Crawdour Castle is now too hot to hold poor Lille, who accord- ingly takes refuge with Philip's guardian in London, and a chapter, meant to be specially amusing, describes her second- class journey to London ; it is the only forced attempt at humour, and therefore the only tiresome one in the book. But the story from this point loses in naturalness, and as a con- sequence, in interest ; so far the autobiography might have been taken from the real journal of a young lady dependent on a "county family ;" but the remainder, though containing many amusing passages and some very sensible ones on middle-rank happiness, is clearly made up and not within the experience of the writer, besides containing the improbable though anticipated dénoue- ment we have referred to. On her arrival in London, the mys- terious Mr. Stillington arranges for Lilla's marriage with Philip to whom he gives the situation and salary of confidential clerk— and sends them out with a hundred-pound note to buy a trousseau :

" We lunched at a restaurant down there, where there was the politest waiter in the world, who seemed never to have met before a human being in whose welfare he took so deep an interest as he did in mine. So kindly did he serve me with lamb, and cordially offer me mint-sauce, and affectionately recommend the peas and new potatoes, and so grieved to the soul was he when I would drink beer as Philip did, instead of any of the old and choice vintages whose excellent qualities he was so thoroughly acquainted with."

In order that these young people may learn the value of money

and what a real working life is, and perhaps also in order to leave the mysterious Mr. Stillington time to accumulate enough to recover a lost property, they are left alone, at this point, for some years, till we hear of them as the parents of nine boys, of whom the mother says :—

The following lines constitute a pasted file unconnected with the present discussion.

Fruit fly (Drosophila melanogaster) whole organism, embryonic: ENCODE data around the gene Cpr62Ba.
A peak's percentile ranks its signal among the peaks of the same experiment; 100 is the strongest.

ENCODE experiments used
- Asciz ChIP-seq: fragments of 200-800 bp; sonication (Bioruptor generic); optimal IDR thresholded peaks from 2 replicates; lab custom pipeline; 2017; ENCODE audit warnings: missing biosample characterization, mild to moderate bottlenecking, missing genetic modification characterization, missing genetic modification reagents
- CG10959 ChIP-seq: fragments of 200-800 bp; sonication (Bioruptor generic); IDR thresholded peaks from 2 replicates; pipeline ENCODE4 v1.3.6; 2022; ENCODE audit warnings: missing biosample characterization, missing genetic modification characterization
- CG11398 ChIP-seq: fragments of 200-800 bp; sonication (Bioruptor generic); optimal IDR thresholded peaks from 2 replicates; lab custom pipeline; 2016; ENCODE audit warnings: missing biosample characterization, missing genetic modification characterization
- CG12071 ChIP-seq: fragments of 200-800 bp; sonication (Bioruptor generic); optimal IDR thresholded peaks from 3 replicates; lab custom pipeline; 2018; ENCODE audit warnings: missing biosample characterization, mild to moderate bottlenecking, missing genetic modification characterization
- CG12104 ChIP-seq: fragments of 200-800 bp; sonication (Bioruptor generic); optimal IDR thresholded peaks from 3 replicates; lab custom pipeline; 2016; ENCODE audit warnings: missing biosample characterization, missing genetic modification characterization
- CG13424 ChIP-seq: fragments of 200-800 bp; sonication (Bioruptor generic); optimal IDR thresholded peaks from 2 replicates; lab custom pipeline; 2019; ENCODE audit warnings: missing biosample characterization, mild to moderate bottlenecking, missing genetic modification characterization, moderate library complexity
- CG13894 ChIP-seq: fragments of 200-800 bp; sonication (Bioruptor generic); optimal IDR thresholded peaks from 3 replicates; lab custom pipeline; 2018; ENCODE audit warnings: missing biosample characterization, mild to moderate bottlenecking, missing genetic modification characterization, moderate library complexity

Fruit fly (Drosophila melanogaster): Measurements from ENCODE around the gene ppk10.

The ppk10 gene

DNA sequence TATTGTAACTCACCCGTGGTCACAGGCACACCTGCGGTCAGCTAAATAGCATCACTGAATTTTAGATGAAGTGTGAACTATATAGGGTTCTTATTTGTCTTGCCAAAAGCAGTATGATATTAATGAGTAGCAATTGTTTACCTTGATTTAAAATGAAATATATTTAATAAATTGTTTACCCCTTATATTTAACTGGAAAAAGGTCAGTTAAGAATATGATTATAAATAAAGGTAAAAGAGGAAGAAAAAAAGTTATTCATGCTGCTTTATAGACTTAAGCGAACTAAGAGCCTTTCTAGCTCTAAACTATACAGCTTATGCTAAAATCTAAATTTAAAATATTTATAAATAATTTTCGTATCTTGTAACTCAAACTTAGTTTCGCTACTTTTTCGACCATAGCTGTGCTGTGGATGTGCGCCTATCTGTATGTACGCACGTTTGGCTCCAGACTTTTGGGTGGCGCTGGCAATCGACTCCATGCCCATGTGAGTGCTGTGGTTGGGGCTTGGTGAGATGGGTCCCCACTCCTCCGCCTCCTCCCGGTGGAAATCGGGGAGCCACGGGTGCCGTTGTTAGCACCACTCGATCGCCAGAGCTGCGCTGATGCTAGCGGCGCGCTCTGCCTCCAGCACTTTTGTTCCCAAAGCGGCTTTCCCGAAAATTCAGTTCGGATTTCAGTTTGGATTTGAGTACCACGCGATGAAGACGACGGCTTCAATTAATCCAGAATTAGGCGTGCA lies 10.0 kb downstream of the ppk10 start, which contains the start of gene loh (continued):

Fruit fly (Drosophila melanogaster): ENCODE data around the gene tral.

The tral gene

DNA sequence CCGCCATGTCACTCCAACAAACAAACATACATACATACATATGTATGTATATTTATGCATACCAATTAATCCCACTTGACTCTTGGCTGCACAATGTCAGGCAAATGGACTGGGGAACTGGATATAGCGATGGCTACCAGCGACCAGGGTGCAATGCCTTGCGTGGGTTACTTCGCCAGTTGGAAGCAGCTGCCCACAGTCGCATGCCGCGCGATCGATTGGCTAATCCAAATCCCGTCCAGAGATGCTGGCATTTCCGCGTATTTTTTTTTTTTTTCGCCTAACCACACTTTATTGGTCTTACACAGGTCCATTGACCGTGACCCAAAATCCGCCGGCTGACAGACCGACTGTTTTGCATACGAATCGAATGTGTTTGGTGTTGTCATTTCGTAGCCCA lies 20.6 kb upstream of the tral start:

" Six are rather dreadful, but after six, one gets case-hardened, and does not mind much how many more there are. There was nothing very remarkable about these nine boys, except perhaps the first. He was remarkable,—all first babies are, and he was no exception to the rule."

And till one particular day, when they are tasting of the minor trials of life :—

"On this particular day the kitchen chimney was smoking, and the sweeps had disappointed ; the baby was cutting a tooth with vexation of spirit, and nurse and housemaid had quarrelled, and each given notice to quit if the other stayed, and the laundress had not brought home the clean clothes."

Then, at last, when they are proved worthy of wealth and great- ness, as well as able to appreciate them, and when they are experi- enced and sobered enough to bear their honours modestly, and yet with dignity ; then, of course, we find out who Mr. Stillington was and who Philip Staunton is. But we will not betray Miss Perrier by telling. Our readers must get the story. We will only say in addition, that we hope the authoress will study the English language more carefully, and not think that coarseness is a part of humour—we have omitted the coarsest passages from our extracts —and then her stories will be altogether pleasant.